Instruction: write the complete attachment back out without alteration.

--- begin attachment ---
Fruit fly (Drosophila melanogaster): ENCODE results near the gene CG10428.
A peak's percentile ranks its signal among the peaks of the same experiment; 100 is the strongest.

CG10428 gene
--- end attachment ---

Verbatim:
Fruit fly (Drosophila melanogaster): ENCODE results near the gene CG10428.
A peak's percentile ranks its signal among the peaks of the same experiment; 100 is the strongest.

CG10428 gene